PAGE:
Where are investors meant to put their money while they wait for yields and interest rates to rise? Franklin K2’s Citywire A-rated Brooks Ritchey, who manages the $1.7 billion (€1.4 billion) Franklin K2 Alternative Strategies fund, alongside David Saunders and Robert Christian, says the uncertainty in the bond market has made investors reconsider their allocations.
‘Alternative funds have become a nice addition alongside traditional bond funds. We know that cash yields in continental Europe are negative. In fact globally, in mid-December 33% of two-year treasury notes were yielding below zero.
‘A third of the world’s government bond markets are yielding below zero. The Japanese markets have experienced this for quite a while, as has continental Europe for the past few years.
‘Cash is yielding less than zero and treasury notes and sovereign bonds are yielding much below their historical averages. Meanwhile, central banks in the UK, the US and by the summer, the ECB, are all removing some sort of historical stimulus, so it really is a case of “what’s a bond investor supposed to do?”’
Ritchey says the market is constantly waiting for yields to reset higher, and even bond bulls such as Bill Gross and Michael Hasenstab, are drawing in their horns a little.
‘What can investors do while they are waiting for yields to rise and for the Fed to hike two or three times this year? What do they do while they are waiting for the ECB, which announced it was going to cut bond purchases by half?
‘What do you do while waiting for the gas tank of yields to be refilled? We are seeing inflows in our Franklin K2 Alternative Strategies fund from continental European investors, as they feel this may be a better place than cash and some sectors of the bond market right now.
‘We are not advocating selling out of bonds. That said, investors with new cash positions or coupon income from bonds should consider looking at alternative hedged strategies,’ Ritchey says.
Ritchey says long/short funds’ increasing popularity is underpinned by poor opportunities in credit markets.
‘The bond market is going through what Mohamed A. El-Erian called “a beautiful normalisation”.
‘There are currently three main choices for investors: risk assets like equities; bonds; or alternative or alpha driven assets, such as hedged strategies,’ he says.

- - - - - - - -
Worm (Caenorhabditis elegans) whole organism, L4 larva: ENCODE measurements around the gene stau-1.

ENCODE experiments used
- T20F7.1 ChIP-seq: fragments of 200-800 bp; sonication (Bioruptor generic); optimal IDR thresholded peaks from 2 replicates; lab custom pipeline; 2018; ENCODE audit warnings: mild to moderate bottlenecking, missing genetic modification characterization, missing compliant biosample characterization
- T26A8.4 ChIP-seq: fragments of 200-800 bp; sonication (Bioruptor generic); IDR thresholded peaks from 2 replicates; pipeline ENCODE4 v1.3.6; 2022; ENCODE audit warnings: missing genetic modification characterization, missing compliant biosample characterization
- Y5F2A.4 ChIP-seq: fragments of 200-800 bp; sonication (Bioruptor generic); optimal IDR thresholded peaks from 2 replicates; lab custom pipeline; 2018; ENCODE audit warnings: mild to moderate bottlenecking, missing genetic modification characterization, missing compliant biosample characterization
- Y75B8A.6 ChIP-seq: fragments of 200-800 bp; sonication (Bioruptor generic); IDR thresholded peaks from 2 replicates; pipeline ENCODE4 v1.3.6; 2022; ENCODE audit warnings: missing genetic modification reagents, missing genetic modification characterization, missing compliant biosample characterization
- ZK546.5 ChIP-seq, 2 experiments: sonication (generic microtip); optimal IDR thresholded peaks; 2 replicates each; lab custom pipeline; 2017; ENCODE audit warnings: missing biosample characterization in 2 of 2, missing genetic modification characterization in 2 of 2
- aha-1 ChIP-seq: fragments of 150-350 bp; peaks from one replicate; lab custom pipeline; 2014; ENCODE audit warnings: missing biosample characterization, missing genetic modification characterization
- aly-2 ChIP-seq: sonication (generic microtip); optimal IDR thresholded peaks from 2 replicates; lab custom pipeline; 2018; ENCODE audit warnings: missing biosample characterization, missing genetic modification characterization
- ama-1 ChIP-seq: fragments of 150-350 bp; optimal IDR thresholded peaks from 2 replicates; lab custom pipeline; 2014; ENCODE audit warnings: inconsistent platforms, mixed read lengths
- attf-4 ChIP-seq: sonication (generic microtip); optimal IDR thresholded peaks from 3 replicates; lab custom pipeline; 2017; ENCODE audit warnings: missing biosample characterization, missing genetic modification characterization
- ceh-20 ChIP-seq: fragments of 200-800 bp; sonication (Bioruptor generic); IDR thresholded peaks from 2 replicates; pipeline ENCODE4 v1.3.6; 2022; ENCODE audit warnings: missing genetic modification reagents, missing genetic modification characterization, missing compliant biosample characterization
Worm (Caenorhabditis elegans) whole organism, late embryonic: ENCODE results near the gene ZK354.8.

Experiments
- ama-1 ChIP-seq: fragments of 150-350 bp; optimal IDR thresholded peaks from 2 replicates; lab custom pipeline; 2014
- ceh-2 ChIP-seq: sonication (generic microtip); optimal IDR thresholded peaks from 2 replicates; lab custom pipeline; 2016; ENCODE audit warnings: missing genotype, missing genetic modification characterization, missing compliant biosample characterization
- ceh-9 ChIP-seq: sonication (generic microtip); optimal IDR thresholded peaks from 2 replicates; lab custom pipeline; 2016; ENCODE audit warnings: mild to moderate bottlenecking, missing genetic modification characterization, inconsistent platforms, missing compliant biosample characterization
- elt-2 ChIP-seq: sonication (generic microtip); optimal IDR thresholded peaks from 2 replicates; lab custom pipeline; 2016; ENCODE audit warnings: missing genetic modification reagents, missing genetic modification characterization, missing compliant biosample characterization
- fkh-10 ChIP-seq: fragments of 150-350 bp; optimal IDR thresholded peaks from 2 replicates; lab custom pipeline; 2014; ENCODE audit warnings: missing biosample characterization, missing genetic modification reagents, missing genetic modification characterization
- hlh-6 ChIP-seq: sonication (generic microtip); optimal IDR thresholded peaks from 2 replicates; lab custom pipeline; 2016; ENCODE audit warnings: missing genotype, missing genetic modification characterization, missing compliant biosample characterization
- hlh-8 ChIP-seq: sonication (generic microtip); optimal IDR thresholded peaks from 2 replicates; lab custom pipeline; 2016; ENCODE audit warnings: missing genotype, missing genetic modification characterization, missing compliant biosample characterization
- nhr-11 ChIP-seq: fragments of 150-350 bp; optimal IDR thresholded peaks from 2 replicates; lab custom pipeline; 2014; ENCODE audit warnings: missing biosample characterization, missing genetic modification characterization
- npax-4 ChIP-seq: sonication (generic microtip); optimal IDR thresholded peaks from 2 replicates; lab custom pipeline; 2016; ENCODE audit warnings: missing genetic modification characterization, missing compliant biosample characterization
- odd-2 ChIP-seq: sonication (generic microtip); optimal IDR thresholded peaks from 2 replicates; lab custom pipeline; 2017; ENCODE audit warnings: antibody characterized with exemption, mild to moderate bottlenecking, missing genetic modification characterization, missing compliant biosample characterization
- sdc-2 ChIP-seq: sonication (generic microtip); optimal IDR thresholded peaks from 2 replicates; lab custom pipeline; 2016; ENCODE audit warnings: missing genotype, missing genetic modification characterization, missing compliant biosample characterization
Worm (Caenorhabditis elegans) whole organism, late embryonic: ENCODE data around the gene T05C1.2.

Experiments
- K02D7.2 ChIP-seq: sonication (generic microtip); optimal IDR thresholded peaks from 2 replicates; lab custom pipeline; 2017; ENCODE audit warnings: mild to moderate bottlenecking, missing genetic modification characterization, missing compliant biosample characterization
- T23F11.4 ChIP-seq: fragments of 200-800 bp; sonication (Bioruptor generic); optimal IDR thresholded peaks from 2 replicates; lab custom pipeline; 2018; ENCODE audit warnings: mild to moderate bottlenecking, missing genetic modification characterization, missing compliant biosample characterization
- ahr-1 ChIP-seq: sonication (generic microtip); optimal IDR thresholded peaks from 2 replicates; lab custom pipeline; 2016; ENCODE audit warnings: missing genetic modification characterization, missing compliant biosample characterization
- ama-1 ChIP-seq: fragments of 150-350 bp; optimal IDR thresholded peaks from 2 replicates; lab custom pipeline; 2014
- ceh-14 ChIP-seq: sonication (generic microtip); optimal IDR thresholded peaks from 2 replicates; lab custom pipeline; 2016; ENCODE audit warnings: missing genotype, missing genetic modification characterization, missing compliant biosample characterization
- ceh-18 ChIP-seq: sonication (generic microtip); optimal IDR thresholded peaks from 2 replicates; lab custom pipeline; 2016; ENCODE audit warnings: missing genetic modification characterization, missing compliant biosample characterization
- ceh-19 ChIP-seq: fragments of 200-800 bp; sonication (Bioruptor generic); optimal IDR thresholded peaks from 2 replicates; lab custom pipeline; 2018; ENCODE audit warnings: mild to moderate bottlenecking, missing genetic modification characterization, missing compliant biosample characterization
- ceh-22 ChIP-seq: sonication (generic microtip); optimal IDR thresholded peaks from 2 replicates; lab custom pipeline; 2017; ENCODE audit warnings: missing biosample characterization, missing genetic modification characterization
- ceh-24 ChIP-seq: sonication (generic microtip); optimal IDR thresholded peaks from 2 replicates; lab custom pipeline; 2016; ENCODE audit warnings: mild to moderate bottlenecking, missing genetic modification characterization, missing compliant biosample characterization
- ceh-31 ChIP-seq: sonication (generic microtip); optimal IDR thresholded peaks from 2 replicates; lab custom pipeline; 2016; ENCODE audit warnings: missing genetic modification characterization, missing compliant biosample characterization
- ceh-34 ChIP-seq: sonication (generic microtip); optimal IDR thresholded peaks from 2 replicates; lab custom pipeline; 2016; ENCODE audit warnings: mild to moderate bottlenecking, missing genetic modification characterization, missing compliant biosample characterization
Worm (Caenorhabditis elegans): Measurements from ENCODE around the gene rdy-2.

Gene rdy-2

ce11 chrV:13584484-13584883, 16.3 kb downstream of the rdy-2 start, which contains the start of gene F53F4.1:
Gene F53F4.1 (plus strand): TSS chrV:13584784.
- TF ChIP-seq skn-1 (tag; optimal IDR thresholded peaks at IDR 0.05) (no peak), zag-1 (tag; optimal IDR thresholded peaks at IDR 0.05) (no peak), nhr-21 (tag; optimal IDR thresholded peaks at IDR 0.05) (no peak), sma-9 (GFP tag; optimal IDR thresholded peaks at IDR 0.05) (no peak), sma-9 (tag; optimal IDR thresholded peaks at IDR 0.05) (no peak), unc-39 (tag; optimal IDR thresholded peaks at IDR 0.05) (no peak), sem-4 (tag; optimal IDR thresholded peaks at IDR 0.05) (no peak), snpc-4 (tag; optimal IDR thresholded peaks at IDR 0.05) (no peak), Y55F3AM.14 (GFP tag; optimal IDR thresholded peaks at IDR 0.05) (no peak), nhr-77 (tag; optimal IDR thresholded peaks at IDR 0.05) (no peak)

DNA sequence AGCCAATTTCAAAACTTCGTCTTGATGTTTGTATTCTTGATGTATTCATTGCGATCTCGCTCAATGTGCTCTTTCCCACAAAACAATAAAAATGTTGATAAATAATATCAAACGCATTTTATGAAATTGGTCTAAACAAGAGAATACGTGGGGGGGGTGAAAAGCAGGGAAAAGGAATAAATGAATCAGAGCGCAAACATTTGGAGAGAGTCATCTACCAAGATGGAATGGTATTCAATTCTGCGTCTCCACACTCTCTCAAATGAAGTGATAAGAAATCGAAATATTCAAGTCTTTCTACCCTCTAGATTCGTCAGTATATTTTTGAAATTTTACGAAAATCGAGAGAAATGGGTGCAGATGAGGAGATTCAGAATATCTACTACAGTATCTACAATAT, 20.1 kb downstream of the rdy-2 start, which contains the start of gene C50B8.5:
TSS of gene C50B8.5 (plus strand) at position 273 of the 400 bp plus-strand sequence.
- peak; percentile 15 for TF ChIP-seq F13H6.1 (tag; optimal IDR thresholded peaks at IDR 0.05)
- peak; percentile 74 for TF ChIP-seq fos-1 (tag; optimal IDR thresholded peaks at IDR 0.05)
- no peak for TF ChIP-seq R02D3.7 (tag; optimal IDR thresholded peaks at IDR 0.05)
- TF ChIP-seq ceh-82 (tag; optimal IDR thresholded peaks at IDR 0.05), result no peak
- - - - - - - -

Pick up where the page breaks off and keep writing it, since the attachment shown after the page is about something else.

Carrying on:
On a risk basis, Ritchey says his team is finding the market more and more difficult as yields begin to move higher. ‘Clearly, in one of the three major assets classes, investors aren’t expecting high returns or yields.
The response from investors and the flows we are seeing indicate that people are buying into this story. As interest rates move higher, active alpha and hedge strategies tend to do a lot better, which is certainly what we have seen in the past.’
Investors have been flocking to the alternatives sector and over the past year Ritchey’s strategy has rocketed from $1.04 billion to $1.78 billion in assets under management, a $745 million increase. Ritchey partly puts this down to investors’ frustration with the bond market, but also the fact that over the past year his fund has returned 2.9% versus 2.2% from the sector’s average manager.
‘Our strategy is multi-manager and has four core buckets: equity L/S (35.63%); event driven (16.85%); relative value (34.09%); and macro CTA (13.43%). Last year all four buckets contributed positively to performance but the winner by far was L/S equity.
‘I read your last Liquid Alternatives feature, where Ufuk Boydak from Loys said L/S equity had a nice run. The story is that the active alpha cycle is back, it’s been back for about 14 or 15 months and the primary benefactors from that were the equity L/S managers.
‘However, our clients are saying that people are taking a fresh look at macro CTAs. It’s about a 13% allocation in our fund right now, but we, and perhaps other investors, are looking to be more exposed to this sector going forward.’
This article originally appeared in the February edition of the Citywire Selector magazine.